Exhaustion can come in various forms – physical exhaustion, mental exhaustion and combinations of both. Whichever type of exhaustion you have, you are likely to experience both physical and mental symptoms. Mental exhaustion can result in some physical symptoms, while physical exhaustion will undoubtedly affect your mental health too. As a result, it’s important to look at exhaustion from a holistic perspective, rather than thinking about treating individual symptoms. Here are some of the symptoms and warning signs to look out for with exhaustion.
Falling asleep often
Taking a quick nap, or feeling like you need to take naps often throughout the day, is often a sign that you are exhausted. This is particularly true if you are getting 6-9 hours of sleep per night and still feel tired for most of the day.
Lack of concentration
Exhaustion can make anybody feel out of focus, and can make it very difficult to concentrate. This can be problematic and stressful for those who are at an important stage of their studies, or mid-way through an important work project which needs to be completed. It can also impact the ability to focus in meetings, or deliver presentations.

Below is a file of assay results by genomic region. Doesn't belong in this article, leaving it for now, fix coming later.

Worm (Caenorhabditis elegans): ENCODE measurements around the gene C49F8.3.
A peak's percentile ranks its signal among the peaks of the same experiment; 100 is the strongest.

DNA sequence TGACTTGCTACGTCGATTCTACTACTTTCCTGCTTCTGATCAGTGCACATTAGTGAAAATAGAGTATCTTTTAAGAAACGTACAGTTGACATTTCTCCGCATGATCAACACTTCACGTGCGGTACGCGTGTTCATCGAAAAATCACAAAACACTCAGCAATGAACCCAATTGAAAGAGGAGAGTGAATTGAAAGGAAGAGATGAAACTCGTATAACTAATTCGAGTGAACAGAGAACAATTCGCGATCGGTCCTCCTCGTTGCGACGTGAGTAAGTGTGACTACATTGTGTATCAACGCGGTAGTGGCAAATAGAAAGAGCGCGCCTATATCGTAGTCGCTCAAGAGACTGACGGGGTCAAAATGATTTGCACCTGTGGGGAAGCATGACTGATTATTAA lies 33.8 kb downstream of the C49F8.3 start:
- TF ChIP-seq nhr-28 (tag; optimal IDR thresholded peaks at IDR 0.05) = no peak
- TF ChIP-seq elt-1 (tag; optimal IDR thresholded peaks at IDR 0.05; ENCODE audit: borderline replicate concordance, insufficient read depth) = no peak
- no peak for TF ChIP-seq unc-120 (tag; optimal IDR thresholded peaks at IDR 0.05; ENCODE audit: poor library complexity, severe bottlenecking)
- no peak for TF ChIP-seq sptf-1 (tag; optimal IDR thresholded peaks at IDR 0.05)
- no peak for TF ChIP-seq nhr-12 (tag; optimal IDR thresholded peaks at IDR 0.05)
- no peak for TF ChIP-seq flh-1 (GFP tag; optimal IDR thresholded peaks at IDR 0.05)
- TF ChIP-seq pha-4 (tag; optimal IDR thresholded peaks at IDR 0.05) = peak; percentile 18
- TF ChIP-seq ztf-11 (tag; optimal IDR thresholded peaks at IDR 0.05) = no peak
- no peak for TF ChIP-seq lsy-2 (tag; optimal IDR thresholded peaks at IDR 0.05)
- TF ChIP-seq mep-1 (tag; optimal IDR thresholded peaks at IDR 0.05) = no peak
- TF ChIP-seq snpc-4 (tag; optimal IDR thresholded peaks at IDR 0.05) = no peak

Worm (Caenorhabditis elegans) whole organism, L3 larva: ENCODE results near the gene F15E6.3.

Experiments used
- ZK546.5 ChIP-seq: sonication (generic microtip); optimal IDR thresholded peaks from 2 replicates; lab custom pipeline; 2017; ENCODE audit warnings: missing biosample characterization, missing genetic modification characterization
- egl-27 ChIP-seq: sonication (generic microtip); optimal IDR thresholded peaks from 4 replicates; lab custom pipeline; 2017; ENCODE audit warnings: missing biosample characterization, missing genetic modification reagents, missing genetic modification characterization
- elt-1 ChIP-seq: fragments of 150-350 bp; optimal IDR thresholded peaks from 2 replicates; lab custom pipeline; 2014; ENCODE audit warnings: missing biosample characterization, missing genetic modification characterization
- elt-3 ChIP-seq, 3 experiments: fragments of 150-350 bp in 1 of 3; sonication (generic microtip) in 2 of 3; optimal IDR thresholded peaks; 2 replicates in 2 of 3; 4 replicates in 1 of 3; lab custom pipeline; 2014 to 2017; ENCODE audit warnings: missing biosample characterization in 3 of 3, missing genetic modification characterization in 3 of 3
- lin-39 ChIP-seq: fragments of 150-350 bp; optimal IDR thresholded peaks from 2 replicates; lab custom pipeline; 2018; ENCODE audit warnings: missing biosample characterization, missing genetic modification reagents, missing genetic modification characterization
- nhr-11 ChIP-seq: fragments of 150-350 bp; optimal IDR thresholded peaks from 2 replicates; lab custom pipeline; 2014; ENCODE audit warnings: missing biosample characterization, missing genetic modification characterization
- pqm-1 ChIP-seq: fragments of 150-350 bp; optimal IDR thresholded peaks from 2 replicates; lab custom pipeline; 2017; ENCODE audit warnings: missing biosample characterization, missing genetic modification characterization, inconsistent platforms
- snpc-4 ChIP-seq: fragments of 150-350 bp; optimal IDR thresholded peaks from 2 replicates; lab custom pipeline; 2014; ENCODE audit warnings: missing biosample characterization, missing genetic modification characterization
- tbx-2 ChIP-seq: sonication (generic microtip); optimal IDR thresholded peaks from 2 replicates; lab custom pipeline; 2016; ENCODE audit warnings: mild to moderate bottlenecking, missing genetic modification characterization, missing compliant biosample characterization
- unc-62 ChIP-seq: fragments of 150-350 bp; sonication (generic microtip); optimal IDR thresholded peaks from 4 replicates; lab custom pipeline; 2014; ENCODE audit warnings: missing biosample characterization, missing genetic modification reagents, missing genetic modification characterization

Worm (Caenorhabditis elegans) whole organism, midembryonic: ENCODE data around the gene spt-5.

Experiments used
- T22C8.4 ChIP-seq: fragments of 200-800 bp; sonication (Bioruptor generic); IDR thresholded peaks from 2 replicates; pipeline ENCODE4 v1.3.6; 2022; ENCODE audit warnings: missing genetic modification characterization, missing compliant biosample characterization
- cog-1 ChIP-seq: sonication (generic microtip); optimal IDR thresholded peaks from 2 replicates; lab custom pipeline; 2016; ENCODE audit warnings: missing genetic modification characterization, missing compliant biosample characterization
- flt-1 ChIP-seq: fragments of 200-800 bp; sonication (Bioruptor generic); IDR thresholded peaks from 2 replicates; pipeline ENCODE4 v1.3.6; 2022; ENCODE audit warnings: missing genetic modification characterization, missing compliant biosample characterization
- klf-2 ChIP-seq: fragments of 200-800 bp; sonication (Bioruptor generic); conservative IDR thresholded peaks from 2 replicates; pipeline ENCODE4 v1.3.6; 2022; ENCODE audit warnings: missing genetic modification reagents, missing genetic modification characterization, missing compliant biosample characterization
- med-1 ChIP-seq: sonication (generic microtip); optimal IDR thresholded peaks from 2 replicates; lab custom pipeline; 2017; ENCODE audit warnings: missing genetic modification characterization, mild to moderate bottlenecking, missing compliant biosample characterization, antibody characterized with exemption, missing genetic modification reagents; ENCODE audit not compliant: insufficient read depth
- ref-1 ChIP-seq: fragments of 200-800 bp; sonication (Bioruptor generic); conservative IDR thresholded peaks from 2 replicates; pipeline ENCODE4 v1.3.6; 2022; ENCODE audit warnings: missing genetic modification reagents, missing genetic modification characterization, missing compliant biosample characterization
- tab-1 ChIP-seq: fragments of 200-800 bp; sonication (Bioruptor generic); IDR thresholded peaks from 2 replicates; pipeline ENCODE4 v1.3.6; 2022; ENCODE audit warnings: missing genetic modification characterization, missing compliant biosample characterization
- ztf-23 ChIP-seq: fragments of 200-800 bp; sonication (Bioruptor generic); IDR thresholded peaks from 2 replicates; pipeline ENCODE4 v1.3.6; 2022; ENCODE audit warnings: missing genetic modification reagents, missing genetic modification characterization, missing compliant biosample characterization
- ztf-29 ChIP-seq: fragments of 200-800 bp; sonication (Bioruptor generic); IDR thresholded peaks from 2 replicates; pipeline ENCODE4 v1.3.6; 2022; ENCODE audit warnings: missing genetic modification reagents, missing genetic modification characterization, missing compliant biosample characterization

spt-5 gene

Feelings of hunger and thirst
Finding yourself feeling hungry and thirsty more often than usual could mean you are suffering from exhaustion. Your body and mind are telling you that you are tired and need more fuel. However, exhaustion often means that you have little or no appetite, or still feel hungry no matter how much you eat.
Both physical and mental exhaustion can make your whole body feel weaker. You may start experiencing aches and pains in your head, back, neck and arms, or you may find yourself getting out of breath quicker when doing gentle exercise or walking up the stairs.
If you’re finding most things more stressful than usual to manage, this is often one of the first signs of exhaustion. Things which used to be effortless are suddenly taking much more effort, and what seemed normal before now seems uncontrollably difficult and stressful. Things feel like they’re piling up and you’re becoming out of control.
Feeling exhausted and fatigued can lead to depression. Prolonged exhaustion, left untreated, could leave patients with long-term, chronic depression. It’s important to look out for the warning signs of exhaustion and speak to somebody if you think you are developing depression or any other mental health problems.